I can’t speak from experience about dealing with grief. I’ve been lucky in my life so far that I haven’t lost someone who impacted me so deeply. But the knowledge that it won’t be that way forever lingers at the edge of my consciousness. Grief is a consequence of love. You can’t have one without the other. But that doesn’t make it any easier to think about what happens when the worst has come.
Despite this, grief is a theme at the core of much of my writing (and part of why ghosts are a persistent feature). Reading and writing about characters going through a loss makes me think about and research what I could do in that situation. It helps me to feel like I could survive it.
Likewise, I’m grateful my mom was always willing to talk about how she dealt with losses, how she fondly remembers those she’s lost, and what would happen to me when she was gone.
It’s also interesting that we’re seeing more works in American culture about Day of the Dead, which takes a friendlier, more celebratory view of death. Along with movies like The Book of Life and the upcoming Coco, there’s the middle grade graphic novel Ghosts by Raina Telgemeier, which came out last year.
The 12-year-old protagonist moves to a town full of ghosts, which isn’t treated as a fearful thing by the people who live there as they prepare for Day of the Dead celebrations. But Cat is terrified, for herself and her little sister with cystic fibrosis, and tries to stop her curious sister from interacting with ghosts for fear it will bring her closer to her own death. The story paints ghosts and talk of death in a sad, yet comforting light that brings acceptance and connection rather than fear.
From what I understand, everyone has to deal with death and loss at their own pace. I’m not advocating forcing a conversation on a grieving person who isn’t ready. But we need to know it’s okay to talk about these things, and that repressing those conversations can leave us feeling haunted. There’s also a number of studies that show that writing about grief and trauma can help deal with those feelings. So if ghost stories can get us to talk or write about those things, we need as many of them as possible.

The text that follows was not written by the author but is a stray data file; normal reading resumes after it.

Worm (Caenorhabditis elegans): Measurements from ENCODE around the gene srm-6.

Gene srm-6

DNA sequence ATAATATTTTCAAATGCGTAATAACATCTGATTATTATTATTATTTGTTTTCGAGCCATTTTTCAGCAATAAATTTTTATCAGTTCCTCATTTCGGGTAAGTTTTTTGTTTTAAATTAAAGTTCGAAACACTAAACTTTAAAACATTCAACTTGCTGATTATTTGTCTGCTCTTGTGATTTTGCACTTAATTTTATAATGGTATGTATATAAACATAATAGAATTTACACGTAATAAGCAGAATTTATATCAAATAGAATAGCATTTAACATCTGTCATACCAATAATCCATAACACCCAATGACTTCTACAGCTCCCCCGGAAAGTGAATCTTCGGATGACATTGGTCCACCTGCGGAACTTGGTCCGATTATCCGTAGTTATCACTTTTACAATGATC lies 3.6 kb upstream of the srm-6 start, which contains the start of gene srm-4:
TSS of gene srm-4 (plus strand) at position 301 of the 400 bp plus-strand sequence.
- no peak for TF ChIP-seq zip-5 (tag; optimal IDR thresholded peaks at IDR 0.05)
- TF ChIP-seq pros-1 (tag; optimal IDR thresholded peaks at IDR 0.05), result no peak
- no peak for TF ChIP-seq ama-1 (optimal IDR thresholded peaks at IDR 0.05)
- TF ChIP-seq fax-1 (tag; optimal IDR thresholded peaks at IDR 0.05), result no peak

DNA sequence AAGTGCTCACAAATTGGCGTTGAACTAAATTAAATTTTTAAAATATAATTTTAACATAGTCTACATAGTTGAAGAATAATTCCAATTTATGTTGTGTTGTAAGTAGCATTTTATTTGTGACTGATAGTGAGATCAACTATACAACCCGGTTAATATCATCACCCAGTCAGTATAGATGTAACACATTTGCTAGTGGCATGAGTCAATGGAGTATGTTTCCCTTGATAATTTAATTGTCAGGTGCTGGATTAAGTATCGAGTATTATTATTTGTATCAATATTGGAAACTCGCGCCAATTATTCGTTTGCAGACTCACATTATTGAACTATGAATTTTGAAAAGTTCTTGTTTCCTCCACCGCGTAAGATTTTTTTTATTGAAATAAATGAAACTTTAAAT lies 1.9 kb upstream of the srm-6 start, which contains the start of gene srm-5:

The final lesson is perhaps the most essential, but not always easy to accomplish. It’s certainly something that haunts me.
Whether threatening loved ones or reminding us of life’s brevity, ghosts in stories teach protagonists and readers alike to appreciate what they have. Life may be difficult, relationships may be frustrating, and it’s easy to fixate on little problems, but we’re still here, in the present, and able to make a difference where we can.
Whether there’s an afterlife or not, there is nothing quite like the life we have now, where we grow and learn and love each other, feel the sun on our faces and the ground beneath our feet.
At the same time, I do get tired of the common adage that we have to appreciate every single moment. The thing is, we weren’t built for that. We were built to survive, and if we were absorbed in every single detail of our existence we would probably go insane and never get anything done.
Yet I still get a sense of guilt and regret whenever something is coming to an end, whether I did enough or appreciated it enough. I’m trying to get better about that.
It’s not about guilt or regret. That’s what we’re trying to avoid getting stuck in when we follow what ghost stories teach us. We need to accept our limits too. But that is why we need the reminder that ghost stories give us. Because of our nature, we need to consciously be mindful and present when we can. Ghost stories, tragedies, holidays, and birthdays can all act as those conscious reminders.
And on a darker note, ghosts remind us not just to value our own lives, but the lives of others. When we hurt others, even if it was accidental or all in good fun, we can leave a mark that goes beyond death. You don’t have to be a ghost for your actions to haunt someone, and you don’t need a ghost for your actions to haunt you in turn. But while the damage can’t always be repaired, amends can be made if you have the courage.
In the end, I think if we remind ourselves once a day to be present, to express love and gratitude, to build a bridge, to find or do something that makes us smile, then that would be enough.
So, to all you ghost-lovers and Halloween enthusiasts out there, I hope you hear some good ghost stories, take these lessons to heart, and have a happy Halloween!